There is clarity, but accuracy? When you have the people who furnish the information being also the backup sources?

Journalists educate the public about events and issues and how they affect their lives. They spend much of their time interviewing expert sources, searching public records and other sources for information, and sometimes visiting the scene where a crime or other newsworthy occurrence took place.

Functions of Journalism are to Inform, Educate, Guide and Entertain. The press performs a very important role as means of mass communication in the modern world. The press tries to inform its reader objectively about what is happening in their community, country and the world at large.Sep 12, 2015

Rare to see all that in today’s society.

To maintain objectivity in journalismjournalists should present the facts whether or not they like or agree with those facts. Objective reporting is meant to portray issues and events in a neutral and unbiased manner, regardless of the writers opinion or personal beliefs.

There you go. What I wanted to see. But what one does NOT see in today’s media.  Today the network newscasters report news with a biased agenda. You can tell what political stance the network or newscaster has based on their reporting. A lot of their stories are slanted towards inflaming the public. Dividing the public.

What we seem to have today is what was once referred to as “Yellow Journalism”, which is described as:

Yellow journalism and the yellow press are American terms for journalism and associated newspapers that present little or no legitimate well-researched news while instead using eye-catching headlines for increased sales. Techniques may include exaggerations of news events, scandal-mongering, or sensationalism.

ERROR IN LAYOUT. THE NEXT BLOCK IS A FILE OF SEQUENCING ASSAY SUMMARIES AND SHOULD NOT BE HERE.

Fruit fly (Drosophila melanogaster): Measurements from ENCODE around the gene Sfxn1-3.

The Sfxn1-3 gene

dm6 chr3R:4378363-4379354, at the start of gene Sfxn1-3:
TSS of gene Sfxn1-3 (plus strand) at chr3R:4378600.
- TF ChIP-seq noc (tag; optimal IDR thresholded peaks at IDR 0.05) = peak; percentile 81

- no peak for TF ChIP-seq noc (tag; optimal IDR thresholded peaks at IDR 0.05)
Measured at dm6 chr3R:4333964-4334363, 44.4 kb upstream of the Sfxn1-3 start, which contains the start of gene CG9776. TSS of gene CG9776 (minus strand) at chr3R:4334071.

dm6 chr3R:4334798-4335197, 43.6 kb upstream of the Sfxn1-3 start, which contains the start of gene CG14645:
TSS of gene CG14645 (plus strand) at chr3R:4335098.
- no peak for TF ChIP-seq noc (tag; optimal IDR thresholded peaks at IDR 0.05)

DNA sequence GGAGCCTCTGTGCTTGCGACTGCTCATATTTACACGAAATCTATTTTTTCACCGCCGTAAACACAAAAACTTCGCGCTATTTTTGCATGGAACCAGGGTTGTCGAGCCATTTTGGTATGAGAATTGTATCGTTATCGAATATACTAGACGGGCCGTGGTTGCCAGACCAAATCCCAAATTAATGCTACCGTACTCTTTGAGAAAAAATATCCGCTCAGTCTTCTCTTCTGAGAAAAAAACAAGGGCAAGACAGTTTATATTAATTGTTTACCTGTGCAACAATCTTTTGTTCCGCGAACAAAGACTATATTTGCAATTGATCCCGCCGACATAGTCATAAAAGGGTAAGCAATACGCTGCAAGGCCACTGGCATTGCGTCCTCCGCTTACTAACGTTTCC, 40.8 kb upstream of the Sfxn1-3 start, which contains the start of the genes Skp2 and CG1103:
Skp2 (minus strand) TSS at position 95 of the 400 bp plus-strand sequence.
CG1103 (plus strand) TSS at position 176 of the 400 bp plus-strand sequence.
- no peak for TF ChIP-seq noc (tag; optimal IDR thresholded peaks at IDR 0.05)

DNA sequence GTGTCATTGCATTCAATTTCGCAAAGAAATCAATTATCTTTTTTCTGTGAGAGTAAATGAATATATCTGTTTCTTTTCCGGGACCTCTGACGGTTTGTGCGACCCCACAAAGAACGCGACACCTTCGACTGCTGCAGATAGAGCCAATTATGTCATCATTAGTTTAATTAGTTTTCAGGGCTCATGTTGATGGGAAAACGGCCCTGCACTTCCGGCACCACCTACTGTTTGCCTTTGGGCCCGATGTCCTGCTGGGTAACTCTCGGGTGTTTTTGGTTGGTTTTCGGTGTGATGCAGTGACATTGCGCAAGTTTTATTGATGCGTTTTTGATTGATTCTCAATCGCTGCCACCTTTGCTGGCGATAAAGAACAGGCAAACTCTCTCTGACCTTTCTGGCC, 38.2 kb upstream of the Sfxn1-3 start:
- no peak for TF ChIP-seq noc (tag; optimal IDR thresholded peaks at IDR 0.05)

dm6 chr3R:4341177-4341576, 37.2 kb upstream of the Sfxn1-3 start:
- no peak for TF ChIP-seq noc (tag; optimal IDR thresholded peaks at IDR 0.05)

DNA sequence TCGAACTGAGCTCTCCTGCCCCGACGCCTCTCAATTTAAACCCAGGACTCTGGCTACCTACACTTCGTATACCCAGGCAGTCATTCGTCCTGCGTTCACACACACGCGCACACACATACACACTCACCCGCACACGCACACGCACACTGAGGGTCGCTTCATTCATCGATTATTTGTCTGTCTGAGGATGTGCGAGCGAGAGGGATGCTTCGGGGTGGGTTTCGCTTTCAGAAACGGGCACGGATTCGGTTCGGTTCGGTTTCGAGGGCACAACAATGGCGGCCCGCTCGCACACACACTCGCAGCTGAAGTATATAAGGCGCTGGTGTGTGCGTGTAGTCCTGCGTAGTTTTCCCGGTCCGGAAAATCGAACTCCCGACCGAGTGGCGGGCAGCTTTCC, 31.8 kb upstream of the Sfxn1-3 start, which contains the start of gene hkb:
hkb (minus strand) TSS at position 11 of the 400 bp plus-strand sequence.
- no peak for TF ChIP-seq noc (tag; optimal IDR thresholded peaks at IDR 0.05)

Watch the news. Read the newspapers. Read online sources. Most have an editorializing sound to them. Most cover the news in one angle. They may interview people, but their questions and the editing usually leave out the ones who do not agree with the slant of the story.

We should no longer use the news to make our decisions. We need to carefully put aside our prejudices and research things for ourselves. The ability to process the truth in news has slowly been eroded by the news media themselves.

This is just my opinion. You do not have to believe me. You do not have to do anything. This is just my education rearing its head in disbelief of how far “journalism” has strayed from the core principles and ethics and rules that I learned in high school.

I hope you read this and leave comments. I encourage anyone who disagrees to also comment. I promise to give everyone’s opinions consideration.













Thanksgiving 2018

Never has a day been so meaningful as Thanksgiving 2018 will be. Tomorrow across our great nation families will get together and eat a grand meal, then maybe sit down on the sofa to watch football games, movies, or just talk. Maybe the kids will go outside and play. Or maybe get lost in their electronics.

Most of the country may not even think of things they are grateful for. But I know we, in the Florida Panhandle, will be definitely counting our blessings.

This year a large portion of the Panhandle has been devastated by a monster hurricane. The third strongest to hit the US. The others include Andrew (1992) that demolished most of Homestead, Florida, and Katrina (2005) that changed the face of New Orleans, Louisiana. Now we add Michael. It took ten years for the powers that be to acknowledge Andrew as the first official Category 5 hurricane. Michael hit the Gulf Coast with sustained winds of 155 miles per hour, just 2 miles per hour short of a Category 5.